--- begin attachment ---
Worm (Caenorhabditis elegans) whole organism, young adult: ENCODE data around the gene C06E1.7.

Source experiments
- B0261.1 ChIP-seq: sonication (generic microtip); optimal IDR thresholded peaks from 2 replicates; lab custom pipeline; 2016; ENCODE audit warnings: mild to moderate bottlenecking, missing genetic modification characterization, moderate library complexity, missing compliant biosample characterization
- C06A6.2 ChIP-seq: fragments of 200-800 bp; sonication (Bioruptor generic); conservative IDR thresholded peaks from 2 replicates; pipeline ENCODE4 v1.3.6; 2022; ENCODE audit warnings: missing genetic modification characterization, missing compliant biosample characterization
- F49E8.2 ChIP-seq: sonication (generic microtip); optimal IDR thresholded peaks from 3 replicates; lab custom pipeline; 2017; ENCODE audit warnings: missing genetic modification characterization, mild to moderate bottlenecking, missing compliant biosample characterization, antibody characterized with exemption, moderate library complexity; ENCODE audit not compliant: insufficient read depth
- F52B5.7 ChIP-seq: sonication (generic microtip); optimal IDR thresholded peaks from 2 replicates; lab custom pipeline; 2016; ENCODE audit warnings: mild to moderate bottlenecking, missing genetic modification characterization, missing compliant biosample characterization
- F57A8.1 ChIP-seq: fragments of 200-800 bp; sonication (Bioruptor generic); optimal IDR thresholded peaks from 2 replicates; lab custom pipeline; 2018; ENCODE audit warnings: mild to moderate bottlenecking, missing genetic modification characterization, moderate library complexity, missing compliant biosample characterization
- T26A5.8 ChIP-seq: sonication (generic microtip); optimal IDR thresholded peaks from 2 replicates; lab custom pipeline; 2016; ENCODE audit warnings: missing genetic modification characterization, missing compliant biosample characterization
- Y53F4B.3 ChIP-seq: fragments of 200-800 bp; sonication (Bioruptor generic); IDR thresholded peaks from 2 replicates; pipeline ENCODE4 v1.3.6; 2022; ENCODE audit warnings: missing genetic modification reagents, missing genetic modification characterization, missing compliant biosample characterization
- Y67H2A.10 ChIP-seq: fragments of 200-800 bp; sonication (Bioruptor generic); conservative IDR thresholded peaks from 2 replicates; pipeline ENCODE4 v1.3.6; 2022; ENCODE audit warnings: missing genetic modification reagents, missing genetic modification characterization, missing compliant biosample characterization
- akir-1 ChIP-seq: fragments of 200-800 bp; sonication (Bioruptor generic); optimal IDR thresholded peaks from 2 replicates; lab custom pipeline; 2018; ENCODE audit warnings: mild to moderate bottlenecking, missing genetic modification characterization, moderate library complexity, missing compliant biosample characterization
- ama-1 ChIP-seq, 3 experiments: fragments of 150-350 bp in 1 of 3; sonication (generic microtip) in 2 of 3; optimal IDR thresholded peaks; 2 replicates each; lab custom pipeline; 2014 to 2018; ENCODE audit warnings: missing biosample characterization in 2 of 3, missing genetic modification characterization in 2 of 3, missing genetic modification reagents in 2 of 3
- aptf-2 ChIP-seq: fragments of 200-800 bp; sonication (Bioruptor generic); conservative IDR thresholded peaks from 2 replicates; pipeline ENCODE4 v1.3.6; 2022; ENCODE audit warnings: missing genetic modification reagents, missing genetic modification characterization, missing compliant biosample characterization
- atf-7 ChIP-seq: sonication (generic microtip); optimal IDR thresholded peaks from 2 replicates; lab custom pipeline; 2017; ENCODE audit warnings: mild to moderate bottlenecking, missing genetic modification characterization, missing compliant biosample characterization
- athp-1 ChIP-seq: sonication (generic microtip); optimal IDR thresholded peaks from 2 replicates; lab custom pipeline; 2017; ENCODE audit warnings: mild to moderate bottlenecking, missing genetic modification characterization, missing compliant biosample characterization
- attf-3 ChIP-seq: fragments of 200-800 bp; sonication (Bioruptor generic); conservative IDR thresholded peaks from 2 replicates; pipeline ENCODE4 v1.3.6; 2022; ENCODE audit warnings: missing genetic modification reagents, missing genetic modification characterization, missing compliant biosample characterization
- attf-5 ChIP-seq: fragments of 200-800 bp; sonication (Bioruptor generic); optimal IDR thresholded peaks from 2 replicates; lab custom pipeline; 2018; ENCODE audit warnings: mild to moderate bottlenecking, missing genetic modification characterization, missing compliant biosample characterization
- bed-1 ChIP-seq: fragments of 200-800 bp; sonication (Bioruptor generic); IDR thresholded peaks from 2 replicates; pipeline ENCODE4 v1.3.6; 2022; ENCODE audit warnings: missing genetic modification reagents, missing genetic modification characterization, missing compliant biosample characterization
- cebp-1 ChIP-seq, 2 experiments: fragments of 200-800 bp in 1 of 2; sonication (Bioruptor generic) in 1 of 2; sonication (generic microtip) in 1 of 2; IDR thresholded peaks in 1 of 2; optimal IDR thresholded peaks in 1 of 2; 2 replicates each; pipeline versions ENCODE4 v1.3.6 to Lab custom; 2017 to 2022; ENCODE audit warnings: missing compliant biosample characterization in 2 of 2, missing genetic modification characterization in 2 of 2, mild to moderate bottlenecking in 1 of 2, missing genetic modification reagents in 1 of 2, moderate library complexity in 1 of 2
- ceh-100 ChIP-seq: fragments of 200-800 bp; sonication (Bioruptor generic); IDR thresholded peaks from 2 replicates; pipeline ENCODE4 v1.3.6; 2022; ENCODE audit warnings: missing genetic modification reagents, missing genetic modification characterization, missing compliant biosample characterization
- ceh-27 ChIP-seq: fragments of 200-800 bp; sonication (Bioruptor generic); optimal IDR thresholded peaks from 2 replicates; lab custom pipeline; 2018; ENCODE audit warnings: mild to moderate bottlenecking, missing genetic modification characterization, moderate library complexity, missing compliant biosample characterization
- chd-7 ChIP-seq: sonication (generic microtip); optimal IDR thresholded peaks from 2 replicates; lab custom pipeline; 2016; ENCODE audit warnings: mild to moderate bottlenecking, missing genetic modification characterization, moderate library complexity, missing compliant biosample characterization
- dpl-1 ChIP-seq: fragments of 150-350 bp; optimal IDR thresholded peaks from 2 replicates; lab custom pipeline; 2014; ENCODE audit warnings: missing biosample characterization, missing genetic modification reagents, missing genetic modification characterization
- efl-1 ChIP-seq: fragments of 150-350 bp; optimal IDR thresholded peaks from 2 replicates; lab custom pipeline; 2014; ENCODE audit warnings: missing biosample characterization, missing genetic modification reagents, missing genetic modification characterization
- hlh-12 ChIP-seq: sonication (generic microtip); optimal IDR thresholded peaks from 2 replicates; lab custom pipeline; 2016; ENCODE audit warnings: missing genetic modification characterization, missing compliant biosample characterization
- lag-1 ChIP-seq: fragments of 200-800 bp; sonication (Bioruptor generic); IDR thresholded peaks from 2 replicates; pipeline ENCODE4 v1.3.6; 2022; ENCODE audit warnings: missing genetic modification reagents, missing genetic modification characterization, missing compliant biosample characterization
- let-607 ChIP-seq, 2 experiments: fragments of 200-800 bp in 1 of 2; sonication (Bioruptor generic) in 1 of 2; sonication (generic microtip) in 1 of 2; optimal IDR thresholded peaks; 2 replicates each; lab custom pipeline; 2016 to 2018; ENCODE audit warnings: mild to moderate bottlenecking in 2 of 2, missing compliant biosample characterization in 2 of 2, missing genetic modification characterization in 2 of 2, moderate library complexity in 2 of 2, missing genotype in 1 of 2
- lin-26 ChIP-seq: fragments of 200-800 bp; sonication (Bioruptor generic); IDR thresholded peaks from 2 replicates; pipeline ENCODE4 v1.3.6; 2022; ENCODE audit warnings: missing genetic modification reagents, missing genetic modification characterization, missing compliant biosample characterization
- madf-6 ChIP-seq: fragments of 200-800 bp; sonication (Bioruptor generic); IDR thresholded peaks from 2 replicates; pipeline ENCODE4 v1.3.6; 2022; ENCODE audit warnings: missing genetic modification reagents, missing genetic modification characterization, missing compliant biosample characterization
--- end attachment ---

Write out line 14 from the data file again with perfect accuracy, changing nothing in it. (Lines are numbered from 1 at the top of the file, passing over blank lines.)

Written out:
- atf-7 ChIP-seq: sonication (generic microtip); optimal IDR thresholded peaks from 2 replicates; lab custom pipeline; 2017; ENCODE audit warnings: mild to moderate bottlenecking, missing genetic modification characterization, missing compliant biosample characterization